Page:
Television

As Star News turns 1, innovation the buzzward

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NEW DELHI: For the new Star News director of news and editor Uday Shankar, the channel can almost run on an autopilot with its format and beliefs. It can also continue to be "not No. 1" as long as its "credibility" is high.

"The important aspect is to have a high credibility and it would start getting reflecting in the ratings too, which are an industry standard no matter how questionable the methodology may be," Shankar expounds to indiantelevision.com in his first interview after switching from Aaj Tak.

Though Shankar, one of the core team that was responsible for taking Aaj Tak to the top slot in the Hindi news space, refuses to get drawn into a debate whether his former channel had lesser credibility, he does admit that his effort at Star News would be to try showing that there are newer and more innovative ways of carrying on the business of news.

"I would not like to comment on Aaj Tak now as I am proud to have been associated with it, but our attempt would be to try and break away from conventional ways of doing news," he says without showing any trace of emotion.

The difference in the two channels, according to Shankar, is the approach and the style of functioning. Because Aaj Tak is based in Delhi, it's heavy on politics, while the Mumbai headquartered Star News would like to look at things differently.

"The difference may stem from the fact that because Delhi breathes politics (maybe eats and sleeps it too), anything that happens here takes a national character. While being in Mumbai, it gives Star News the added option to look elsewhere too and take up other issues apart from just politics, including having different regional flavours," he explains.

Doing things differently also extends to other areas for Star News. The office of Star News in Delhi doesn't depict the excitement that should have accompanied a birthday and it's business as usual. The only hint comes when Star News president Ravina Raj Kohli says that a cake would be cut later in the evening to mark a year on air of the news channel in its new avatar.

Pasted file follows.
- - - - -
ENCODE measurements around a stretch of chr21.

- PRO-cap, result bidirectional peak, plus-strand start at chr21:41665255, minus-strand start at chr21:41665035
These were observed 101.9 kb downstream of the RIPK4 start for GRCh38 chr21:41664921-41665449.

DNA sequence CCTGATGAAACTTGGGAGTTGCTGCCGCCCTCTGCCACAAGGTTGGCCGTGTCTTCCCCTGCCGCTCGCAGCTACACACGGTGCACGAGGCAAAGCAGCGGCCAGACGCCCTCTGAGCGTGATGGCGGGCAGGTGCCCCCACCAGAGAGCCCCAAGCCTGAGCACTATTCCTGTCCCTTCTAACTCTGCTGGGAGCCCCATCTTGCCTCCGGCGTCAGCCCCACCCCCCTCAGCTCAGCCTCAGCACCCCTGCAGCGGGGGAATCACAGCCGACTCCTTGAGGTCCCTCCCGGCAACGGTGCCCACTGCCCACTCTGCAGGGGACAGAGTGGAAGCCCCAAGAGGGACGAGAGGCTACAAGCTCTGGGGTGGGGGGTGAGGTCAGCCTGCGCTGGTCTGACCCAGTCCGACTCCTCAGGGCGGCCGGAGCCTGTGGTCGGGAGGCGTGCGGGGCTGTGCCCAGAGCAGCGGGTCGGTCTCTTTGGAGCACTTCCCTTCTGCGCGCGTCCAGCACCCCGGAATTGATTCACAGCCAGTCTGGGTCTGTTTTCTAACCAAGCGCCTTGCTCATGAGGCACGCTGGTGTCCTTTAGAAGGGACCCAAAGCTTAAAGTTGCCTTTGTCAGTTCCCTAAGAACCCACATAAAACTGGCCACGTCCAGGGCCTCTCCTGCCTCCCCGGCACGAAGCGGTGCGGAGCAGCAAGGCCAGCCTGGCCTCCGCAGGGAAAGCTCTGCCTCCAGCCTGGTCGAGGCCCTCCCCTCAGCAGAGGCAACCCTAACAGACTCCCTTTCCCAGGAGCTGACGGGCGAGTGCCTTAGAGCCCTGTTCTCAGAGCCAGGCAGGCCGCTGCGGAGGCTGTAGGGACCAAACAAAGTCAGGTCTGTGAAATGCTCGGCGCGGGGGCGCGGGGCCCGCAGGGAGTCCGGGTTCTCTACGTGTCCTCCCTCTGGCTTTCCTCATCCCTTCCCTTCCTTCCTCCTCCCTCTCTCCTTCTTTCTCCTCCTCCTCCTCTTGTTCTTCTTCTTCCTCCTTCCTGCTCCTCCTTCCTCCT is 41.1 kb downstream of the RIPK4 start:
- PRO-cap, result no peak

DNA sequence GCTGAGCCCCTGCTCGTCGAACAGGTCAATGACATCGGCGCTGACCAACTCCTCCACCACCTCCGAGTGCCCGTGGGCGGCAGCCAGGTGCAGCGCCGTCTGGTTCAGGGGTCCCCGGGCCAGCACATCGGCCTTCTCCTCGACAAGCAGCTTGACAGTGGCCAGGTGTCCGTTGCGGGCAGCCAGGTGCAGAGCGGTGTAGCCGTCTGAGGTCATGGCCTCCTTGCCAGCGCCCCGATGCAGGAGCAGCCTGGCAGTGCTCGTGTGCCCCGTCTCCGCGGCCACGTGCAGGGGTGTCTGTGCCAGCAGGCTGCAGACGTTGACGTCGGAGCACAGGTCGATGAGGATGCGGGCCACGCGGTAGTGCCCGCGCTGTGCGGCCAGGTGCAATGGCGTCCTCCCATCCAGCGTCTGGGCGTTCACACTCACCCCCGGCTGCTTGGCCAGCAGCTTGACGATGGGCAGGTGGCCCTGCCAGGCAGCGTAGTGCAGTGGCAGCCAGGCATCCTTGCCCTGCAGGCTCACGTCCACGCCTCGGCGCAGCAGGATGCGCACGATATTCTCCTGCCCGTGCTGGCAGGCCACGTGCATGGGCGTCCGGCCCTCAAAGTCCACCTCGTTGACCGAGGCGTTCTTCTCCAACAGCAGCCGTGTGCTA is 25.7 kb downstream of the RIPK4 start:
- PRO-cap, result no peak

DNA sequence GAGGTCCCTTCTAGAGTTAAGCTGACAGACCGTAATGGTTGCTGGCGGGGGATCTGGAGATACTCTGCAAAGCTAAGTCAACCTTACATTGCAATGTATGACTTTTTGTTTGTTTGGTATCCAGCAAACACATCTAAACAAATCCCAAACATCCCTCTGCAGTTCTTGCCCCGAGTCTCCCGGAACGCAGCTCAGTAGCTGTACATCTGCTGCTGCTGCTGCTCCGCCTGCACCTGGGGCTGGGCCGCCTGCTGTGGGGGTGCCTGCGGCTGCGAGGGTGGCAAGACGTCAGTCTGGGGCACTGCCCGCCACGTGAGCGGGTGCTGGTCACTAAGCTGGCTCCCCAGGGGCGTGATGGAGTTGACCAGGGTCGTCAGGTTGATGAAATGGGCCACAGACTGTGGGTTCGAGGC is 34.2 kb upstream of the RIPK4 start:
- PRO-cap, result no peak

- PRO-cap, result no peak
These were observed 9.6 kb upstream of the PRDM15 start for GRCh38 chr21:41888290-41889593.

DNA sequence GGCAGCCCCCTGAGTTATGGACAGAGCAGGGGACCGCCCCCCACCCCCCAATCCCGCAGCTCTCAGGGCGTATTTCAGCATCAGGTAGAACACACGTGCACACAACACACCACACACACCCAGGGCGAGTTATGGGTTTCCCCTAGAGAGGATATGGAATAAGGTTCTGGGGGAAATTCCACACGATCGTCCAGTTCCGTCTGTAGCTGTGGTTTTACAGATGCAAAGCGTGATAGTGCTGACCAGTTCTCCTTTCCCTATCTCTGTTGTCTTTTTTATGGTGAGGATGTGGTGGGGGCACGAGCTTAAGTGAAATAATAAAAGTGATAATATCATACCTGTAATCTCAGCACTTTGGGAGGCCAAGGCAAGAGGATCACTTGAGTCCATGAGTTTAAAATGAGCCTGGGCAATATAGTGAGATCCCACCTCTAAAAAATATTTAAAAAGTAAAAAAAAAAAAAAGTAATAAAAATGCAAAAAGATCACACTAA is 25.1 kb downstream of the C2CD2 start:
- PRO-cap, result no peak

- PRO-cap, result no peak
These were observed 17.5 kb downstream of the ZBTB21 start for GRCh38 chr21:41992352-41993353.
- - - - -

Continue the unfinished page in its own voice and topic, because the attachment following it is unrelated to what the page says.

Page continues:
It may be business as usual. But growing up to be one year old has been a roller-coaster ride. From being almost on the verge of having the plug pulled on it by Rupert Murdoch's Star Group, to trying to convince the government on various issues relating to guidelines, to emerge as a contender for the top slot, to seeing two news directors, the Star News team can justly lay claim to have made news as well as reported on it.

Probably it has made the baby sturdy too. Admits Shankar, "The one-year-old baby is a healthy one that has become the favourite of the metros. It is also ready to challenge the conventional wisdom of TV news viewing."

Coming from somebody else, it would have sounded pompous. But Shankar can justifiably lay claim to having had a big role to play --- TV Today Networks promoter Aroon Purie's frowns notwithstanding --- in Aaj Tak's trek to the No. 1 slot amongst news channels and continued dominance since then.

Pointing out that Aaj Tak's success was built on the foundation of innovations like providing live coverage with the help of technology, Shankar feels that it always pays to be different.

As an illustration, he points to Star News' coverage of the women's bill introduced in the Jammu & Kashmir assembly that, if passed, would have stripped Kashmiri women of the right to own property in the state if she married outside it.

"Star News was the first to pick up the issue and though it was a political issue, the matter was tackled differently from the angle of women's rights vis-à-vis her marriage and property rights. It was a good feeling that other channels picked up the issue later," Shankar says.

He also feels that talent and new faces are not being produced in adequate numbers in the industry to keep pace with the demand --- something that others like Rajat Sharma too have bemoaned. According to Shankar, Star News is fine-tuning some initiatives in this regard, but it's still early to spell out the details.

Though Shankar never lets go of a chance to suggest that the functioning of Star News is different and it can, well, run on an autopilot. Still there is no denying that the joint venture company that manages Star News is a bit apprehensive of the NDTV products and the growing popularity of its Hindi news channel. Not to mention the apprehension of the unknown that all the proposed news channels on the horizon entail.

Pointing out that the switchover has been smooth, Shankar's target for next year's anniversary is to be "second to none." Are people in Aaj Tak listening?

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